Exit clause created specifically for Brits over ‘EU prison’ fears – French ex-president

© Jon Nazca
The much-discussed mechanism for leaving the EU – Article 50 of the Lisbon Treaty – was specifically written for Britain over its fears it would become a ‘prisoner’ in the bloc, says the French ex-president who was behind the idea.

“When I was preparing the European Constitution I wrote the text of an article which has since been taken up in the Lisbon Treaty as Article 50,” said Valéry Giscard d'Estaing, a centrist politician who served as president of the French Republic from 1974 until 1981, in comments to Italian newspaper Corriere della Sera. 

It was first of all addressing “Anglo-Saxon fears that the European Union was a kind of prison” for them, and “once you are inside it, you can’t get out,” D’Estaing said.

“I am not so impressed with the UK leaving the EU, they abandoned something to which [they] belonged only in half,” he said. He mentioned that the UK was never part of either the Schengen Area or eurozone.

Valéry Giscard d'Estaing © Wikipedia

Article 50 of the treaty says that “any Member State may decide to withdraw from the Union in accordance with its own constitutional requirements.” The Lisbon Treaty containing the article was signed by the EU member states back in 2007.

However, the French ex-leader believes that Brexit won’t have consequences for the British economy. “The euro is holding, the stock markets have lost much, but recovered quickly,” he said.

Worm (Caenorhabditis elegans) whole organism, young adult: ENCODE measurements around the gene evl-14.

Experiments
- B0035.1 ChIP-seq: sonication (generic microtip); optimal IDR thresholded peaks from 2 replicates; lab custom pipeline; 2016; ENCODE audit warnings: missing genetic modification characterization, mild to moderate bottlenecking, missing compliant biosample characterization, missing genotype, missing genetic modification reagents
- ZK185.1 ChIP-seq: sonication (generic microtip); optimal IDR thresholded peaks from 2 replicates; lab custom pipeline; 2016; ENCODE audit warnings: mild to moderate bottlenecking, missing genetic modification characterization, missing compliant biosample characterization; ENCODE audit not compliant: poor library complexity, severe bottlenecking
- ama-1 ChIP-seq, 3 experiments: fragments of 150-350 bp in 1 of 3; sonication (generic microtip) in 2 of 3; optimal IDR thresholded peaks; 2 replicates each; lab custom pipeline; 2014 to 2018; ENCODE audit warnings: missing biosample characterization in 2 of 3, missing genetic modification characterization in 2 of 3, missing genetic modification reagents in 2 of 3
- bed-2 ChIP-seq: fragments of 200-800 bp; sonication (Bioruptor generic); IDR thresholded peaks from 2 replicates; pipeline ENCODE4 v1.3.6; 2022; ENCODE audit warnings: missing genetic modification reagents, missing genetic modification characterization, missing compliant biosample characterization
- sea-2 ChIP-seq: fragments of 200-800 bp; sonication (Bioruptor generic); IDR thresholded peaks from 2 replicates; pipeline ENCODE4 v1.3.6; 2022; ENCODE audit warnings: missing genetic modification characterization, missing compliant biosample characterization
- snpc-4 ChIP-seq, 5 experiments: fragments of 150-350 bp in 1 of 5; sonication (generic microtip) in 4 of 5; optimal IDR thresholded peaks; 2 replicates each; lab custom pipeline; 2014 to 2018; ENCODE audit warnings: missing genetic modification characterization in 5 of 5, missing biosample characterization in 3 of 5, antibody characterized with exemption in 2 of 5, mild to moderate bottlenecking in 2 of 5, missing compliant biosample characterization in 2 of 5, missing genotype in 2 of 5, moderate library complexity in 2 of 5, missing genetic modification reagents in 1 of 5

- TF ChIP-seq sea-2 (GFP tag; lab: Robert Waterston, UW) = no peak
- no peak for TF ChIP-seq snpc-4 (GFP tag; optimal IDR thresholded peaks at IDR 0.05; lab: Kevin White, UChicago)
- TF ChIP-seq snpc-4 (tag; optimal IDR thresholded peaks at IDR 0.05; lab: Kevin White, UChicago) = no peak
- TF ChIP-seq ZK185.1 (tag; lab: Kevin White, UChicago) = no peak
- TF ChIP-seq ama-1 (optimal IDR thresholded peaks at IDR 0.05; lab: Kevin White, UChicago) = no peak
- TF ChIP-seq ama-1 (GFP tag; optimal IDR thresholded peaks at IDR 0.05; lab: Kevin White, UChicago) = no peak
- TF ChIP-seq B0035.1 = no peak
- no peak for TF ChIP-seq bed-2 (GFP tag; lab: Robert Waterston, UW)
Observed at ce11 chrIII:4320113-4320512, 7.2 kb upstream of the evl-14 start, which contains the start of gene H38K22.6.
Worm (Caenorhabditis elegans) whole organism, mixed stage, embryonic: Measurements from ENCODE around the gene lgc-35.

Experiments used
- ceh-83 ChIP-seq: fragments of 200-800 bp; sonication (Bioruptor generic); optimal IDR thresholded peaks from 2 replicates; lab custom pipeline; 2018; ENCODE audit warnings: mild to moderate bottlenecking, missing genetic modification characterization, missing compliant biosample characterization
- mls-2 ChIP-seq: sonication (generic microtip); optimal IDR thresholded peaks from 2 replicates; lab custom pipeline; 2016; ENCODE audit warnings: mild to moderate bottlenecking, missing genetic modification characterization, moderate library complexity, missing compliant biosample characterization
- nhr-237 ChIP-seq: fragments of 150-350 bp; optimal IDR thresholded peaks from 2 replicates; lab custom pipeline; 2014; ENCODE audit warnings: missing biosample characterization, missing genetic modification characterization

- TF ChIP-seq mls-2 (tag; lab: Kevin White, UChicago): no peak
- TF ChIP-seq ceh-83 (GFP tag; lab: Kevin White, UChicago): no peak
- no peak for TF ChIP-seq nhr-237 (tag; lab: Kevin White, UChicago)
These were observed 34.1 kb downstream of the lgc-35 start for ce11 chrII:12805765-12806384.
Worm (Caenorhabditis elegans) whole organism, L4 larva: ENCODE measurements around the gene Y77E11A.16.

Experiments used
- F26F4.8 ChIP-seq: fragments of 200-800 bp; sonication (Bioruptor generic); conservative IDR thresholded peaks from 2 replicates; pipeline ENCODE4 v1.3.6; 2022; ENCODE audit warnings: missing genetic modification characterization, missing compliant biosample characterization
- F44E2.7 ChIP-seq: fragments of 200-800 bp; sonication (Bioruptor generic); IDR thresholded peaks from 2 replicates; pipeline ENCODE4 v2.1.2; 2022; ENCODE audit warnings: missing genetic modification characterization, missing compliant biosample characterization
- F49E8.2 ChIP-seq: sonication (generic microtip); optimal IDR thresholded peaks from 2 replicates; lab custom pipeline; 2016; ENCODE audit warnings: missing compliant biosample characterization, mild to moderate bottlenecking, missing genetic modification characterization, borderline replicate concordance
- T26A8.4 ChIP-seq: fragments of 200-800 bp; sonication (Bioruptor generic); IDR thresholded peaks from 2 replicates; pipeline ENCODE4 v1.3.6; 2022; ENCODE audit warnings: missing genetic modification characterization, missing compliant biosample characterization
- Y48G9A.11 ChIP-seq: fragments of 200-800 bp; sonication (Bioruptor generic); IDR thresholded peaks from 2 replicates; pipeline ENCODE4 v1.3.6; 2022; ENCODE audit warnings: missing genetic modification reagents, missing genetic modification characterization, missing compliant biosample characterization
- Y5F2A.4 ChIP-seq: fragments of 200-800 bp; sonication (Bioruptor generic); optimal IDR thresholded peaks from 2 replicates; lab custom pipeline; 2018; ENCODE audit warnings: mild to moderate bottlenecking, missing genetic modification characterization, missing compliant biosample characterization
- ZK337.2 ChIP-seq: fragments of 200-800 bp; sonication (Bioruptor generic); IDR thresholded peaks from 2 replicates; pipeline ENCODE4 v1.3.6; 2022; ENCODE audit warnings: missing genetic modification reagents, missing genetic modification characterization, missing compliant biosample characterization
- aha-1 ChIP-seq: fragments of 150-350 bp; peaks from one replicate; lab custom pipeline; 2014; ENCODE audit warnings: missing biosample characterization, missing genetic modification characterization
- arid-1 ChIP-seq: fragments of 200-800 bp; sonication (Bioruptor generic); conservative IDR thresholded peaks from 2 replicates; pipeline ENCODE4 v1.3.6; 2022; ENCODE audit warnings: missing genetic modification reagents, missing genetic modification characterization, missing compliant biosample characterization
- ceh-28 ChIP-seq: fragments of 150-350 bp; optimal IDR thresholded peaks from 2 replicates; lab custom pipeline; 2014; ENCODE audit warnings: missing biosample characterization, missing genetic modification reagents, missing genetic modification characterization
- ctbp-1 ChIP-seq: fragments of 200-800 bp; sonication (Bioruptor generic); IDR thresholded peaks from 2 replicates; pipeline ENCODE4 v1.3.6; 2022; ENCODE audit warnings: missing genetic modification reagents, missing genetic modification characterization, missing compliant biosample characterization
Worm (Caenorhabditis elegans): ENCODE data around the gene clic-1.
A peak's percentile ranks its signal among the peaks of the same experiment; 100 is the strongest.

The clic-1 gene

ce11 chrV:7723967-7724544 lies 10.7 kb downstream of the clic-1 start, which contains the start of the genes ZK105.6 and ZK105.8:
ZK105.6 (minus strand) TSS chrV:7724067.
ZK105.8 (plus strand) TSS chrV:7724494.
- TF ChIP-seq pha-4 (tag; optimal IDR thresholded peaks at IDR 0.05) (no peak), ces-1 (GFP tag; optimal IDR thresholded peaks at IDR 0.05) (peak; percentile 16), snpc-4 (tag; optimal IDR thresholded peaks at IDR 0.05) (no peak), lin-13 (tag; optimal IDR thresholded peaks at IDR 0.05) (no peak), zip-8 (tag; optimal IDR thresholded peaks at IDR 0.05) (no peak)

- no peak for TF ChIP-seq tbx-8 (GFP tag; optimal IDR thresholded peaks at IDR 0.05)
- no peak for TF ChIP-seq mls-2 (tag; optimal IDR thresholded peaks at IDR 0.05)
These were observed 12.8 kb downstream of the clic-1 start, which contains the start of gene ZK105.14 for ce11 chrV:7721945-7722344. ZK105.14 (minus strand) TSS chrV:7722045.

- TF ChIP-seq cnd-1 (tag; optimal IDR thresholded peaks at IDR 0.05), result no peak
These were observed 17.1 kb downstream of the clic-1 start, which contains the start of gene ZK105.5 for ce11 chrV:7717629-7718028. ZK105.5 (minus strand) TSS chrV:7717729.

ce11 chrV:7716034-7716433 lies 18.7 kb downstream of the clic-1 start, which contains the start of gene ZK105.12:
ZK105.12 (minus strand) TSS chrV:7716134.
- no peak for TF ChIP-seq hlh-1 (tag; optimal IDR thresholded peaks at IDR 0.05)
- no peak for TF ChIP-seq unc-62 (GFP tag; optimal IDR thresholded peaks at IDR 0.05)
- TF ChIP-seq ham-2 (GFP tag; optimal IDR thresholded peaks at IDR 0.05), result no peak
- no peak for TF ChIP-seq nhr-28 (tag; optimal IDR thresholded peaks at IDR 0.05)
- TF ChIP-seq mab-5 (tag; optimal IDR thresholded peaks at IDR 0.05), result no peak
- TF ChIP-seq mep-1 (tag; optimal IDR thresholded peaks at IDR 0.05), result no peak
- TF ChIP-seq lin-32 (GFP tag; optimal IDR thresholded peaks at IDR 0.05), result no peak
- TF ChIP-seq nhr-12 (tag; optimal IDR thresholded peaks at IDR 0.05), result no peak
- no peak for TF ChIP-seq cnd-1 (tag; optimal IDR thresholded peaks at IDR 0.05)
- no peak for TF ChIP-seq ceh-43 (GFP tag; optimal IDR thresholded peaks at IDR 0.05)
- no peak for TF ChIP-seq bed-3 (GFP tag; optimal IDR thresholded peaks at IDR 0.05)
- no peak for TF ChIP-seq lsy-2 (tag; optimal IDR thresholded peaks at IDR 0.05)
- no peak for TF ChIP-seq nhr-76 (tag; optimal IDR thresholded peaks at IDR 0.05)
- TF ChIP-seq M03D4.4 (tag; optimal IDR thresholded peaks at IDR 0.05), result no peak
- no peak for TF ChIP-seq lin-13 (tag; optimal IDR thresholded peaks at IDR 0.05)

READ MORE: Obama: Brexit puts European integration project on hold

The UK’s historic vote took place June 23, when at almost 52 percent of Britons voted to leave the union.

The following days saw London’s FTSE index lose $164 billion in the space of 10 minutes of trading and the British pound plunge to its lowest level in almost 31 years.

London Mayor Sadiq Khan has demanded more autonomy for the capital as a city that was mostly pro-EU. The statement came after a petition to make London an independent city-state attracted 175,000 signatures.

In the EU, Brexit inspired Euroskeptic politicians and activists to ponder similar initiatives. French National Front leader Marine Le Pen called for a referendum on leaving the EU, although her initiative was rejected by President François Hollande.

In Finland over 10,000 people have already signed a freshly launched petition to hold a ‘Fixit’ referendum. Dutch anti-immigration politician Geert Wilders said the Netherlands had the right to a ‘Nexit’ vote, while across the Atlantic people in the US state of Texas have starting pushing for a ‘Texit’– a Texas split from the USA – on social media.